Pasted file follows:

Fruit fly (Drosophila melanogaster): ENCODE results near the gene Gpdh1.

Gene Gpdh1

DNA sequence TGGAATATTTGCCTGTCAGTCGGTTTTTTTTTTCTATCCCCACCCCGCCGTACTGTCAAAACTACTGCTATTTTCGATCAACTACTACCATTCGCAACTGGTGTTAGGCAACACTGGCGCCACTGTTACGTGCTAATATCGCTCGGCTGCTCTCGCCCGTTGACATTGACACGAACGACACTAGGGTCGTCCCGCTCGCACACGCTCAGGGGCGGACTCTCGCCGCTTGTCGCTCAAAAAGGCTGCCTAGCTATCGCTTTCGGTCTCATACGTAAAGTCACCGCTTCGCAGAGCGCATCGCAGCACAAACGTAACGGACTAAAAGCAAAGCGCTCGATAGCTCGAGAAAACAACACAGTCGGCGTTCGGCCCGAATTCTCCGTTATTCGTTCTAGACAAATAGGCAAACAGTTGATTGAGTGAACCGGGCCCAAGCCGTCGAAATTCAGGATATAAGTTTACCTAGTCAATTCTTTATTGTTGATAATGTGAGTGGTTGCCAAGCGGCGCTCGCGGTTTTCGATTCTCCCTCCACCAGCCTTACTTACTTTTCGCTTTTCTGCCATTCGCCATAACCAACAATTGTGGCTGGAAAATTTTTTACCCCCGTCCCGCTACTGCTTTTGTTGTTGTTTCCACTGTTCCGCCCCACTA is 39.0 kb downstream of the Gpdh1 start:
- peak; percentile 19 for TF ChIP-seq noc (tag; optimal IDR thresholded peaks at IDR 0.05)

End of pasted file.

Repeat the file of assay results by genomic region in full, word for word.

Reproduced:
Fruit fly (Drosophila melanogaster): ENCODE results near the gene Gpdh1.

Gene Gpdh1

DNA sequence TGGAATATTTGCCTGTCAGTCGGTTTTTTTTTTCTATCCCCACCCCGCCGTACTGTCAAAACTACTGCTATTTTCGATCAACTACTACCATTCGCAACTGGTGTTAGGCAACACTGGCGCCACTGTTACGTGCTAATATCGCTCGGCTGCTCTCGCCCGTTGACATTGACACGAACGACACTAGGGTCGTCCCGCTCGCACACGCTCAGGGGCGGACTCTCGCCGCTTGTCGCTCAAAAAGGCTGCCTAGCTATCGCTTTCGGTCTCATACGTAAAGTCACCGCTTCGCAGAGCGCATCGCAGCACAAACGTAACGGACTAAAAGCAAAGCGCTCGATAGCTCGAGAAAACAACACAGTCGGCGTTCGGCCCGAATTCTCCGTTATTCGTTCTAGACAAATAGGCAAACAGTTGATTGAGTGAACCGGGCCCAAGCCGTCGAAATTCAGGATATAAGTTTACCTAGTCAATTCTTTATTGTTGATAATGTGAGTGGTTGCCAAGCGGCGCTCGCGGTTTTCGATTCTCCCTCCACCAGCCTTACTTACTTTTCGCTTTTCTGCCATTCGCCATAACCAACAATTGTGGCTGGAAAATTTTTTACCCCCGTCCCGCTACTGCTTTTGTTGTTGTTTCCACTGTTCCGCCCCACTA is 39.0 kb downstream of the Gpdh1 start:
- peak; percentile 19 for TF ChIP-seq noc (tag; optimal IDR thresholded peaks at IDR 0.05)